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United States Court of Appeals, Sixth Circuit.

UNITED STATES OF AMERICA, Plaintiff-Appellee, v. RYAN PATRICK COOPER, Defendant-Appellant.

No. 16-6369

Decided: October 06, 2017


Defendant-Appellant Ryan Cooper took at least two pornographic pictures of his naked five-month-old daughter, one in which he used his right hand to display her vagina. He then emailed the pictures to an individual who contacted him on xHamster.com, an adult pornography website. At trial, Cooper denied engaging in this conduct. But a jury found him guilty of sexual exploitation of a minor and distribution of visual depictions of a minor. The district court sentenced him to thirty years' imprisonment. Cooper argues that his sentence is substantively unreasonable. We disagree and affirm the district court's judgment.

“Sentencing challenges are reviewed for abuse of discretion.” United States v. Coppenger, 775 F.3d 799, 802 (6th Cir. 2015) (citations omitted). “An abuse of discretion occurs when the reviewing court is left with the definite and firm conviction that the sentencing court committed a clear error of judgment.” Id. at 802–03 (citing United States v. Batti, 631 F.3d 371, 379 (6th Cir. 2011)). “A court will be deemed to have abused its discretion and imposed a substantively unreasonable sentence if it imposed a sentence arbitrarily, based on impermissible factors, or unreasonably weighed a pertinent factor.” Id. at 803 (citing United States v. Adkins, 729 F.3d 559, 563 (6th Cir. 2013)). A properly calculated, within-Guidelines sentence is presumed to be substantively reasonable. Rita v. United States, 551 U.S. 338, 347 (2007); United States v. Vonner, 516 F.3d 382, 389–90 (6th Cir. 2008). This presumption “naturally extends to sentences below the Guidelines range.” United States v. Pirosko, 787 F.3d 358, 374 (6th Cir. 2015).

Cooper does not dispute that the district court properly calculated his Guidelines range as fifty years' imprisonment. Cooper's thirty-year sentence is therefore presumptively reasonable. He seeks to rebut that presumption by arguing that the district court unreasonably weighed several pertinent factors. Specifically, he asserts that the district court overemphasized the need to protect the victim (Cooper's youngest daughter) while giving little weight to Cooper's substance-abuse problem, his life expectancy after prison, and average rates of recidivism for sex offenders upon release.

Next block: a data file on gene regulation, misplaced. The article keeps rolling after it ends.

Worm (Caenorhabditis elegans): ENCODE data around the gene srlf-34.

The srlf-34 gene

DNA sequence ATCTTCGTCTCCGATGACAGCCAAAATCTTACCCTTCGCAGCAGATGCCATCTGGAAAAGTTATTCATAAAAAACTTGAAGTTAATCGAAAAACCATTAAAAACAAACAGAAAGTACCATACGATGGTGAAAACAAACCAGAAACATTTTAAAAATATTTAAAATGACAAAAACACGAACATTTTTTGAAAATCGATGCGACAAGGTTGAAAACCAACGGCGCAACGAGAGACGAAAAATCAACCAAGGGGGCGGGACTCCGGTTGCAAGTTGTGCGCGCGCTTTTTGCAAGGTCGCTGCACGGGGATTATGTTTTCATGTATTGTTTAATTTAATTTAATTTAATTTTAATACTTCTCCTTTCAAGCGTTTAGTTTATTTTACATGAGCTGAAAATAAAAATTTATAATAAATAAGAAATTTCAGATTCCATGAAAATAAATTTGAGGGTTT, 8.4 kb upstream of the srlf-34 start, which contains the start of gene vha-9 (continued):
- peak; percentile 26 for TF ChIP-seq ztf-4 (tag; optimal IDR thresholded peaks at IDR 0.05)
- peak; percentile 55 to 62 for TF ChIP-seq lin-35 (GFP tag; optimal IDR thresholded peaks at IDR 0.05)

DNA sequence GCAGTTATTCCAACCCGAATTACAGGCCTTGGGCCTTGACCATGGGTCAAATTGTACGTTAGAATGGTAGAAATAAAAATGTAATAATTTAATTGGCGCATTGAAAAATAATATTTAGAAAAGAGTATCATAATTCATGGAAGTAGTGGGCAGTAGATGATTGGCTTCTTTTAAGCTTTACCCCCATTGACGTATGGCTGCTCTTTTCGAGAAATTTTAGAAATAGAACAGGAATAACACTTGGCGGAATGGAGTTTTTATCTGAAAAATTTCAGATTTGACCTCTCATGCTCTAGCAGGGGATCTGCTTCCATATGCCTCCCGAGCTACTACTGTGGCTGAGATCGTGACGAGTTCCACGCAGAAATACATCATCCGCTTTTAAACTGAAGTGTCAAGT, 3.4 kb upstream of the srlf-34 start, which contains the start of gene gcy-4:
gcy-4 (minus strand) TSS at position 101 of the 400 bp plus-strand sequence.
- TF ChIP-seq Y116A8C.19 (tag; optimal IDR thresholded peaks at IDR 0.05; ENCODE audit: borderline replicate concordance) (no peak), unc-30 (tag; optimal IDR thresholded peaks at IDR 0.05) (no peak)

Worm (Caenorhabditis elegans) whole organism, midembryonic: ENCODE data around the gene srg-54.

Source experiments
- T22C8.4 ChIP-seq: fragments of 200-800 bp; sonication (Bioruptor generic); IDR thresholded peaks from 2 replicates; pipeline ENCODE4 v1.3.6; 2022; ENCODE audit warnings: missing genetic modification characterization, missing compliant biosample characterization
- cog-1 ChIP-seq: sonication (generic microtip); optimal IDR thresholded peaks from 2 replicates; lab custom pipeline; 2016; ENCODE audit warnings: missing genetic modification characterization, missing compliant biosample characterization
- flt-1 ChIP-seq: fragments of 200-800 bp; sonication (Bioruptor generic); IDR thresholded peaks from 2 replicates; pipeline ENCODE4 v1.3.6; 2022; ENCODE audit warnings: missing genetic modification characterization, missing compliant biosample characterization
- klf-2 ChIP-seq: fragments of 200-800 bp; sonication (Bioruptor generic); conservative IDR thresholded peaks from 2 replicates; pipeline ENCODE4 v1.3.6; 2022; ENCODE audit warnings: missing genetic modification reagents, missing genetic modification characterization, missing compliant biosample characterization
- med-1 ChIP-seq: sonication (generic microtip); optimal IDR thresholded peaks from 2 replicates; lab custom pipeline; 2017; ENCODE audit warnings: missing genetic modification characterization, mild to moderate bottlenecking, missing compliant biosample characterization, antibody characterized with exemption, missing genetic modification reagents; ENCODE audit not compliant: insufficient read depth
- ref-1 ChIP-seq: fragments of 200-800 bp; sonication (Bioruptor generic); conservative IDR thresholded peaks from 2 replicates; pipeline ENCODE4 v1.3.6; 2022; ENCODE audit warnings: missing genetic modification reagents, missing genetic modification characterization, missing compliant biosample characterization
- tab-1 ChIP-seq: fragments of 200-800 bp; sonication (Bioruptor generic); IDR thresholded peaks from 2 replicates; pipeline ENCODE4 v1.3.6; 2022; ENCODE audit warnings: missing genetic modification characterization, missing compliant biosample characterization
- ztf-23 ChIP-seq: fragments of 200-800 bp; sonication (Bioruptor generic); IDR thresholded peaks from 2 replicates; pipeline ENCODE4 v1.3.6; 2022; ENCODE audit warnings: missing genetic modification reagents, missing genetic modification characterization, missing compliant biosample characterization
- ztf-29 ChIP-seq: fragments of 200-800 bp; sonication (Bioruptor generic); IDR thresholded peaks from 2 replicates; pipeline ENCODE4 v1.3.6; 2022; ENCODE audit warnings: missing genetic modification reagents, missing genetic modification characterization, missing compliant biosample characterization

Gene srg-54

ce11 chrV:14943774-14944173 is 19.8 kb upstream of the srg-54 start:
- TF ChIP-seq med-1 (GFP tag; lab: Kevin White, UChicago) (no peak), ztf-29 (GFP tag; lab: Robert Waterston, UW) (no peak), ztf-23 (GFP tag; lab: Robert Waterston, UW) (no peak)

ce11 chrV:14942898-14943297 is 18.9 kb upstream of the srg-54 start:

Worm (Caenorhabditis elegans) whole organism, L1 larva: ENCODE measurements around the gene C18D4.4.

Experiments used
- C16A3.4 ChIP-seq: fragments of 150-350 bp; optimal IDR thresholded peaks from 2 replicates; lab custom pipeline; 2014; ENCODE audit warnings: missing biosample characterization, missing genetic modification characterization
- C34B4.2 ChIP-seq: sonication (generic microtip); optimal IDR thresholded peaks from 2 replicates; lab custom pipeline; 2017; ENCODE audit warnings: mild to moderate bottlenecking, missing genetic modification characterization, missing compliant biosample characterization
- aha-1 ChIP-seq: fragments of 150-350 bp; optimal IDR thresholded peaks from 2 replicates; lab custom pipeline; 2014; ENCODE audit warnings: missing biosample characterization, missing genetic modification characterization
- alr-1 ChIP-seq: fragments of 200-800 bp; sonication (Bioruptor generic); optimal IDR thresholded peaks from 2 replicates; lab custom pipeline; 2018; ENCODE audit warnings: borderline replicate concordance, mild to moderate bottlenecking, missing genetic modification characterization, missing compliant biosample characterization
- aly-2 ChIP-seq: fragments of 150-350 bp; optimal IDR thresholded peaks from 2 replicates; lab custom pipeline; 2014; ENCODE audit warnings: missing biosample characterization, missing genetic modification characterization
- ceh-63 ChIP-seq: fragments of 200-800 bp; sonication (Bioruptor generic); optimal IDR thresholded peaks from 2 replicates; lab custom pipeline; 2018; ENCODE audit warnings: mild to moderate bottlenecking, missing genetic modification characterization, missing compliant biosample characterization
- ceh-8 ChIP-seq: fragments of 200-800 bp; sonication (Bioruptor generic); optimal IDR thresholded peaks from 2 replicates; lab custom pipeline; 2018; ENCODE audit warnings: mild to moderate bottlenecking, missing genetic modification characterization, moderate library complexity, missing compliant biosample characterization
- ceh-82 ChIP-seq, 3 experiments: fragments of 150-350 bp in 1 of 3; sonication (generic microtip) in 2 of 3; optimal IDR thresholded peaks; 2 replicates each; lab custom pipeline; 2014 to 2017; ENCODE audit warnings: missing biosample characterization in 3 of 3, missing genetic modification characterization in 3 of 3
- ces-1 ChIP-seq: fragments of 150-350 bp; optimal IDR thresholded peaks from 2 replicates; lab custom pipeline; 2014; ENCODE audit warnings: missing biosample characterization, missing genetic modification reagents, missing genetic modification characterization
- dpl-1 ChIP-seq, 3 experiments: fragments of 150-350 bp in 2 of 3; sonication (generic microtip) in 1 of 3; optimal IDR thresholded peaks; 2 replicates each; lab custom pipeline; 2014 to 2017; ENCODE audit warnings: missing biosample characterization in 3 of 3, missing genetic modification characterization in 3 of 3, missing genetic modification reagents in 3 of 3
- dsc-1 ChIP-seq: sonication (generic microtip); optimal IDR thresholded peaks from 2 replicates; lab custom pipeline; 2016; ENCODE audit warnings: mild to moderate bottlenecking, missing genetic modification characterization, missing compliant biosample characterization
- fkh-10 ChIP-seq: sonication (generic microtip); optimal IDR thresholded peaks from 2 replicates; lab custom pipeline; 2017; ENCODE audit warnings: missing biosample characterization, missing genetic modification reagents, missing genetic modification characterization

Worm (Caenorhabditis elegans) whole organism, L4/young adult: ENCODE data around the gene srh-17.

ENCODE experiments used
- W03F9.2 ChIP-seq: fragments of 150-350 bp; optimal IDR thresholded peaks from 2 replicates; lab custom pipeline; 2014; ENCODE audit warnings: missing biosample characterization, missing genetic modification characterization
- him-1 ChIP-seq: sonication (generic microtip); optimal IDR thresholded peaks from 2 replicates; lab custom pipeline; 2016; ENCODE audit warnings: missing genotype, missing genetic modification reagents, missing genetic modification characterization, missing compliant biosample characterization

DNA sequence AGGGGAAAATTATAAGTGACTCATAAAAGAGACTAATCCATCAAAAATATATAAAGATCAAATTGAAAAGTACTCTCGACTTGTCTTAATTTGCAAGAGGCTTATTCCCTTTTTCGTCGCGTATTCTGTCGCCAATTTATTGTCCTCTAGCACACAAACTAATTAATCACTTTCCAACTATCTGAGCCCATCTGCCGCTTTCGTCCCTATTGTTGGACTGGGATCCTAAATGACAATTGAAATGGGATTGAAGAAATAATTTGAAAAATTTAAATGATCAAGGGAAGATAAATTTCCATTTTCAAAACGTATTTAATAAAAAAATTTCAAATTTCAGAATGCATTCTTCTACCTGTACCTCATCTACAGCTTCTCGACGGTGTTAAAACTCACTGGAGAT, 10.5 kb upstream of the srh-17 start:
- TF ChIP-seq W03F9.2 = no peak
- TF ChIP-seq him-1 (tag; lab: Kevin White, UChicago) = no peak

The district court did not unreasonably weigh the need to protect the victim in this case, particularly when there is the potential for continuing harm due to distribution of the pictures and Cooper's claim that he victimized his own child unknowingly in a drug-and-alcohol-induced blackout. Moreover, as the district court explained, the victim's protection requires special consideration for the purpose of general deterrence: “The victims in these cases are, for the most part, defenseless, can't protect themselves. They have to rely upon family members to do that. And in this case the family member that was responsible failed. He was the perpetrator, not the protector.”

Nor did the district court understate Cooper's substance-abuse problem. The district court ordered that Cooper receive substantial treatment and counseling to address the issue and granted a significant downward variance. However, as the district court noted, Cooper attempted to hide his criminal conduct behind addiction. This was clear at trial. The government presented to the jury recorded interviews of Cooper's admitting to taking the photographs of his daughter: “I understand your-all's evidence, and I'm not disputing that in any way, form, or fashion. ․ Did I blackout and do something stupid that I shouldn't have, it's quite possible. Apparently I did.” In his trial testimony, Cooper denied engaging in the criminal conduct and stated that, due to his drinking and drug use, he did not remember the interviews. Finally, the district court did not overlook Cooper's life expectancy and chance of recidivism upon release. Cooper did not present these points at sentencing and raised no objection that would prompt the court to consider these issues. See United States v. White, 617 F. App'x 545, 549–50 (6th Cir. 2015).

The district court did not unreasonably weigh any pertinent factor, and Cooper has failed to rebut the presumption of reasonableness accorded to his below-Guidelines sentence. Cooper's argument ultimately boils down to an assertion that the district court should have balanced the § 3553(a) factors differently. It is not our place to rebalance the § 3553(a) factors and to determine whether we would impose the same sentence. See United States v. Sexton, 512 F.3d 326, 332 (6th Cir. 2008). Even if certain “considerations might support a lower sentence, they do not compel one, and that is all we have license to consider.” United States v. Overmyer, 663 F.3d 862, 864 (6th Cir. 2011). Therefore, the district court did not abuse its discretion by sentencing Cooper to thirty years' imprisonment and we AFFIRM.